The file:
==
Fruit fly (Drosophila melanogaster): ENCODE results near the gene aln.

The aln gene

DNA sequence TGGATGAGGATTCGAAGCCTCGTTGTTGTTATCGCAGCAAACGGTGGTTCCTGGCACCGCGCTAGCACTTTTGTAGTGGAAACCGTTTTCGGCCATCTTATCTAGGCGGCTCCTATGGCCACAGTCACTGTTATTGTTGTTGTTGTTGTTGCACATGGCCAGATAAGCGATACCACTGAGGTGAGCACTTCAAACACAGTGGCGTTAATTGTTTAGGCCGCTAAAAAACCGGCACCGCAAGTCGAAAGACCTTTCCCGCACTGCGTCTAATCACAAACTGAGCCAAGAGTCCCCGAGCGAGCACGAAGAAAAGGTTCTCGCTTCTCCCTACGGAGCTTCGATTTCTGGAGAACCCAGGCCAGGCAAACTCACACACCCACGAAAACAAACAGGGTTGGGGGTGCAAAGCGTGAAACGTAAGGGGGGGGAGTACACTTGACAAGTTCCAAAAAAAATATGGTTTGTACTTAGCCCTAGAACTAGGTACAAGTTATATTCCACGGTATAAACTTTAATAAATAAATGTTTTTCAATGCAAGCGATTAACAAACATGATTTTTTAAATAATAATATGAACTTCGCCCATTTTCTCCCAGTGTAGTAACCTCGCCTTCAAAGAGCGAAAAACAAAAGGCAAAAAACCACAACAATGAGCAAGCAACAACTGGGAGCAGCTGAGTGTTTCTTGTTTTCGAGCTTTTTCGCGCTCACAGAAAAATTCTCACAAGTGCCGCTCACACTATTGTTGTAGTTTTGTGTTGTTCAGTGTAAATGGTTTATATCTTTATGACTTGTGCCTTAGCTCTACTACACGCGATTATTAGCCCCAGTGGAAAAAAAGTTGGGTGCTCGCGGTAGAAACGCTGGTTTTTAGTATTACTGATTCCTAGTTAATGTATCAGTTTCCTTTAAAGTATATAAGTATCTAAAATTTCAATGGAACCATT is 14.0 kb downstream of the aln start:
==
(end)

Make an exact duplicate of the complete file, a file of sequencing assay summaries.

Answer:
Fruit fly (Drosophila melanogaster): ENCODE results near the gene aln.

The aln gene

DNA sequence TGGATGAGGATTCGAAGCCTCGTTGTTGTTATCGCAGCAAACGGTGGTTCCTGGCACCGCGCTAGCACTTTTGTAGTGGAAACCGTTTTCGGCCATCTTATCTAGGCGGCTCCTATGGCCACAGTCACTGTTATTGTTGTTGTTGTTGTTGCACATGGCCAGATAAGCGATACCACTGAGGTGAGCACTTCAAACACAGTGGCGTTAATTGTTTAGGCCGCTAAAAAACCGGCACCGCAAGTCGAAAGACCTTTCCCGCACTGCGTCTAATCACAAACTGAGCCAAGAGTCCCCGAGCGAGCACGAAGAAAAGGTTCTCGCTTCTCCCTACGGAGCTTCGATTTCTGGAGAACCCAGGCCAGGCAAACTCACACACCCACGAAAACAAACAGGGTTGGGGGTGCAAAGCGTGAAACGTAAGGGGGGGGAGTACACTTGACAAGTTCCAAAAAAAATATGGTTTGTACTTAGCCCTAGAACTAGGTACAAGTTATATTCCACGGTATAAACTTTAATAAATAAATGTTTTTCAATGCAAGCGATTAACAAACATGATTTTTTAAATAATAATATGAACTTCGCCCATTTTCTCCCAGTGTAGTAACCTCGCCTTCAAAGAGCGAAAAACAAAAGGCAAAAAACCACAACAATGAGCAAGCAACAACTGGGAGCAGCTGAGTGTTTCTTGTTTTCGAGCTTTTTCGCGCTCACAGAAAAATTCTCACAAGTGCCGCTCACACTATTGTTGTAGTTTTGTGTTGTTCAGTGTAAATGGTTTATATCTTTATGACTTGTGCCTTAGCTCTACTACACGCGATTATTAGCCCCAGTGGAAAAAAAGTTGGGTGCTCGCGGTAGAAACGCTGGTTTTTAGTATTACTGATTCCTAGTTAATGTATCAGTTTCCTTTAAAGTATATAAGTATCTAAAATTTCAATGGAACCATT is 14.0 kb downstream of the aln start: